Slower and far more painful, Harold kept both white-knuckled hands locked around the steering wheel as he navigated the varying inclines of sheet ice. His mother made supportive noises and not so supportive suggestions throughout, ones he had long since learned to ignore.
Concentrating all the harder, he sunk lower and lower into his seat until the car took what he could only think of as sympathy, sinking three wheels of its own into snow dirt tracks. Halfway up the valley incline, they refused to budge another inch. Ahead, the breadth of trees, fields and walls were hidden by an even denser blanket of white, billowing to the narthex of the Abbey. So bloody close, thought Harold, scowling even more at his choice of words.
STAVE FOUR. AN ABOMINABLE SITUATION.
The driver had soon huffed from the car, only to be greeted by a mounting flurry. Eyes clenched against the winter, the first anxiety about his mother tightened around Harold’s chest. His eyes scrunched against a blizzard that he knew was going to worsen. Snow on snow, thought Harold, with a distinct lack of melody. It was only early winter after all. Still, having decided that the car was most definitely stuck and that there was precious little chance it contained any means of digging the tyres free, he reasoned that staying in the vehicle was the last thing that they should do. They'd soon be lost; frozen and lost in a four-wheeled, hired tomb. He shivered harder at the thought of his rental deposit. No, they had to make a move, leave the luggage - and the stupid elf hat that he ripped from his head – make it to the Abbey and hope for better conditions to launch a bold rescue the following day. As the tone of the blizzard grew, Harold suddenly found himself pining for a long Scotch, but quickly shrugged off the faux warmth of the thought and turned back to talk to his mother, who was still happily prattling in the passenger seat.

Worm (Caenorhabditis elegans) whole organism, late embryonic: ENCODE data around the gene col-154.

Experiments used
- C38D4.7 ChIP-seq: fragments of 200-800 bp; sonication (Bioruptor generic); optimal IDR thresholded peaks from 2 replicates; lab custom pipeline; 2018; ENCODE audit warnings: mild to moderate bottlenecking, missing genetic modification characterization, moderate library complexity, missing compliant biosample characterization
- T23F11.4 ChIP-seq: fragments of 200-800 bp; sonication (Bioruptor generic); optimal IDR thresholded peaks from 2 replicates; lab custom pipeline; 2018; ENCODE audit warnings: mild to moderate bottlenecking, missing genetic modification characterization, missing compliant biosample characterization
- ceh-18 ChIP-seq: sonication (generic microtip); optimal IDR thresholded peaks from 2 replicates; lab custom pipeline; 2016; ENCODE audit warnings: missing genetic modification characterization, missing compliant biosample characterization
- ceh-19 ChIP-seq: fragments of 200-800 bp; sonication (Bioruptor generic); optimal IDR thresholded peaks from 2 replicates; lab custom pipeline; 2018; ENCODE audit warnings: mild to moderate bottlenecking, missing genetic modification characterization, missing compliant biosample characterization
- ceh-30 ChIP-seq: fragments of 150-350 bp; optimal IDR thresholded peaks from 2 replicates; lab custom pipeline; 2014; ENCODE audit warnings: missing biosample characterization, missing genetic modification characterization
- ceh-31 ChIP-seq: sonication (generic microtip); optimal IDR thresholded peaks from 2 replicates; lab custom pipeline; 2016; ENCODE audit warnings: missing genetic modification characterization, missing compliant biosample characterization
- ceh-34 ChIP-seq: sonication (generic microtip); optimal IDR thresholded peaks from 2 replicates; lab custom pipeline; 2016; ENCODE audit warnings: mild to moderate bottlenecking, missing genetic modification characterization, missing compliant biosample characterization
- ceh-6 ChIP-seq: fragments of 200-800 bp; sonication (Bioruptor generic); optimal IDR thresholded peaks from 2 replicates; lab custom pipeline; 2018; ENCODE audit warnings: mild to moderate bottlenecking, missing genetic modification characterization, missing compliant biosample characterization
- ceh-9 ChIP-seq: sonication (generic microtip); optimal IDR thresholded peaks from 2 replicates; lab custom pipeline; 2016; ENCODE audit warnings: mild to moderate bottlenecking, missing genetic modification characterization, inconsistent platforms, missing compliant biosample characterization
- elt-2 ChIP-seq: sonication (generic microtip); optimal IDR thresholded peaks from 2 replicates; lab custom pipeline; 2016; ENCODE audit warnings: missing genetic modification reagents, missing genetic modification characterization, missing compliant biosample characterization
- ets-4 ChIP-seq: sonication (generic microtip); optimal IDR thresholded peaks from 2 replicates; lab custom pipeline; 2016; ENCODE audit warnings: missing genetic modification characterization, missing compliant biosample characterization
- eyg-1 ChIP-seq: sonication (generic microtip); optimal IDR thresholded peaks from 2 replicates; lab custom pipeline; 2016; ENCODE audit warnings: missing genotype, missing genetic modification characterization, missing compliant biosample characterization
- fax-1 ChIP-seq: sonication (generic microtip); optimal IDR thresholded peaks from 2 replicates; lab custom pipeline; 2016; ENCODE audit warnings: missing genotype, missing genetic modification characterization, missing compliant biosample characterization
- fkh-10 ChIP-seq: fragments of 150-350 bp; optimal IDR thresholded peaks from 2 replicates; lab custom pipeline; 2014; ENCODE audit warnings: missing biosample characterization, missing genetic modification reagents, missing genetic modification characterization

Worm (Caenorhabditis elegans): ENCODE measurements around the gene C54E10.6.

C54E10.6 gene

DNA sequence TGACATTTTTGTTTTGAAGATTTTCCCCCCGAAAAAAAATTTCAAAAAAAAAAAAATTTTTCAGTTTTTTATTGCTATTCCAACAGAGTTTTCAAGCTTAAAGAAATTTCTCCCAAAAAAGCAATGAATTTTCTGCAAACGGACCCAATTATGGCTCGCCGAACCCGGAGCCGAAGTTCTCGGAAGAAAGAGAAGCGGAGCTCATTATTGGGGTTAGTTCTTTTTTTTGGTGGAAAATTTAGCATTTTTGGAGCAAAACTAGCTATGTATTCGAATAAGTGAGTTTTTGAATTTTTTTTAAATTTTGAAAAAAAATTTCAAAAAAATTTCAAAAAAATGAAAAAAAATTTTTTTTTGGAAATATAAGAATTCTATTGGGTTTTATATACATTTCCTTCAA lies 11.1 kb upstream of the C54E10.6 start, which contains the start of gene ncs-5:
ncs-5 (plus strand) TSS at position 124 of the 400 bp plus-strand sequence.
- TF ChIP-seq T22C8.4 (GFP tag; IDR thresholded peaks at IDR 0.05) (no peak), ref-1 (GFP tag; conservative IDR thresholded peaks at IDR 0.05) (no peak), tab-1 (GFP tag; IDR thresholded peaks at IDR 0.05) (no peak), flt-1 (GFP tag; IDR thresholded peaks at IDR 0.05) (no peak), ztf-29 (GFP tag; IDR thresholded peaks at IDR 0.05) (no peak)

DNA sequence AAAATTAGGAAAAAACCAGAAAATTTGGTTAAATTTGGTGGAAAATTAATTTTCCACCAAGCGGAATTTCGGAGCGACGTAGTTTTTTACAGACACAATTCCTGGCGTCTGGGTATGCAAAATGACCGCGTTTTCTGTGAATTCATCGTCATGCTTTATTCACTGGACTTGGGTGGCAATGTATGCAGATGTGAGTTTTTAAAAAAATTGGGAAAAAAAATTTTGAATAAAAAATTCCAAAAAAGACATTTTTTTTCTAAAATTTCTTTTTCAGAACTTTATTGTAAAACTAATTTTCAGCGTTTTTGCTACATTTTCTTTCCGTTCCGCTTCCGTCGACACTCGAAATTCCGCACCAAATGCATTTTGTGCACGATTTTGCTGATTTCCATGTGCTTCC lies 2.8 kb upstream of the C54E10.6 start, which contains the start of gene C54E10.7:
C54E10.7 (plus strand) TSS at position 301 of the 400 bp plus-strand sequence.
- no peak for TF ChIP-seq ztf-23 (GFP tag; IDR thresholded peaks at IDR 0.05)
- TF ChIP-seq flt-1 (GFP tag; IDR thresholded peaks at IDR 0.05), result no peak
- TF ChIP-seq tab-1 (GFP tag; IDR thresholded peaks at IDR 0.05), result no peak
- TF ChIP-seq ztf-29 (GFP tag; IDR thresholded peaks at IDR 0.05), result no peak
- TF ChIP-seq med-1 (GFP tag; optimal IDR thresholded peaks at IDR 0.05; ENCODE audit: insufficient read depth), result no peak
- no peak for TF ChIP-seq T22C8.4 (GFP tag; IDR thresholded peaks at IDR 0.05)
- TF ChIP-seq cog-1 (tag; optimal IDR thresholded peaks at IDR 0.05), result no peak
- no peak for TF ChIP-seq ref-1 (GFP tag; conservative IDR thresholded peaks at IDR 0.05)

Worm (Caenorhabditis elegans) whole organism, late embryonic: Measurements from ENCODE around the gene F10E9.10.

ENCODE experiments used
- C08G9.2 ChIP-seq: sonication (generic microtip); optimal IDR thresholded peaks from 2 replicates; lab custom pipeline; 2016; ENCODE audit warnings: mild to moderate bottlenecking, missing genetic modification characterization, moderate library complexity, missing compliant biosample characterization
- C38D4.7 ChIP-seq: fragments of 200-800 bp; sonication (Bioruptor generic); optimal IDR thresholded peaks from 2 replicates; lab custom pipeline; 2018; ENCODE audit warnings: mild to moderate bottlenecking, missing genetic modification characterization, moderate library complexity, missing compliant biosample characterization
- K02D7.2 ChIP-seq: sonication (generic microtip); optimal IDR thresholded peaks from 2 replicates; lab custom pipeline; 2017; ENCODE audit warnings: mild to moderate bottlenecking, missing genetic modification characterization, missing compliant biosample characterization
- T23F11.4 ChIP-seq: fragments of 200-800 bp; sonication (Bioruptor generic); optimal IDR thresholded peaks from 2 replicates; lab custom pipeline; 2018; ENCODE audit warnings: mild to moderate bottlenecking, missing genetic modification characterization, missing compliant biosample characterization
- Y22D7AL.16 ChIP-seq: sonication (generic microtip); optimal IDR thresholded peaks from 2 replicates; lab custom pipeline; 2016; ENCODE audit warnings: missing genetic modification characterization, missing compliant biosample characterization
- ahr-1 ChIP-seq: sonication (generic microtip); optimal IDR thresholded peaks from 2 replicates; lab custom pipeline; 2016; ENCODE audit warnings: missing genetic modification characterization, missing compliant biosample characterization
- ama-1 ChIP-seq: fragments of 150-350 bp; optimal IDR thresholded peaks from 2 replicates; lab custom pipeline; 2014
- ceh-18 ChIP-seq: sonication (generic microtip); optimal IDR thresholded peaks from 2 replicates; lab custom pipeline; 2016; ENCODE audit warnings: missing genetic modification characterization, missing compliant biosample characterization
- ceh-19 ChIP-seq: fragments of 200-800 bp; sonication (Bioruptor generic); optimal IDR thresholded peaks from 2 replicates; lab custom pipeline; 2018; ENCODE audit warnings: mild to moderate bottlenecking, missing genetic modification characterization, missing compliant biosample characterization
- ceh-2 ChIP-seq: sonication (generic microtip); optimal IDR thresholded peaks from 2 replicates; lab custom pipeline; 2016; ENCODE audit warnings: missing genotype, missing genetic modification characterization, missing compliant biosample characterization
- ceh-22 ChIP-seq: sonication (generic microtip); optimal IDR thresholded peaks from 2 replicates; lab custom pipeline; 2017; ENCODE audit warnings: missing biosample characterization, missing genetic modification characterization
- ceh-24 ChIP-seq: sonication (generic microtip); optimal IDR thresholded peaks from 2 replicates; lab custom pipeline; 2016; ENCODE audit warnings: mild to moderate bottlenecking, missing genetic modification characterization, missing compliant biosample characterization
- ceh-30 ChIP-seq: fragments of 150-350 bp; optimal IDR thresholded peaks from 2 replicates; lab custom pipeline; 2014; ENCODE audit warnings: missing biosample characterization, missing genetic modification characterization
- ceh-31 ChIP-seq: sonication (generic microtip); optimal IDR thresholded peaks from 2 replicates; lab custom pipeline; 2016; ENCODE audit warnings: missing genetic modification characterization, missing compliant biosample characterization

As he turned back to the car, something caught Harold’s eye. A dark blur of motion where there should have been the shadowy trunks of trees that had stood for decades. Soggy flakes hit his eyelashes and after a second's glance he shrugged that off too, desperately trying to locate the original spot. And there it was. And still, he could make out some kind of movement. One... No. Not one, but two things moving. Moving towards them. Directly ahead. He quickly craned into the car's cabin, his fingers dropping the Elf hat to the snow as he did.
'Lock the door!' he half shouted, half whispered, totally urgent, 'Mum, lock the door quick'
'Whatever is the matter?' was all he heard as he returned his gaze to the front.
Despite his mounting panic Harold couldn't mistake the slight rasp of irritation in her calm voice – he having disturbed her mid-advice.
Harold leaned forward, as far over the door window as he could manage, the hinges creaking under the whistle of the wind.
Harold tried to focus, willing the shapes to take a more recognisable form. Whatever they were, they looked huge. Unmistakably human-shaped, but huge. In the thickening white he couldn't make out a single feature except the extended limbs on each. Yes, he thought, they have... Whatever they are, they’ve got weapons. At that point he gave into panic. Yelling something he intended to be war-like (actually incomprehensible and high pitched) he made to dart into the car, mouth full of slosh. He barely made half the turn. Moving both feet at once, only one followed the instruction, soon slipping directly under the car. He was kept relatively upright, momentarily, by a coat pocket that had entangled the door hinge, before he fell to the ice like a fine pine. His other foot remained firmly stuck as the weight of his falling torso pivoted around it.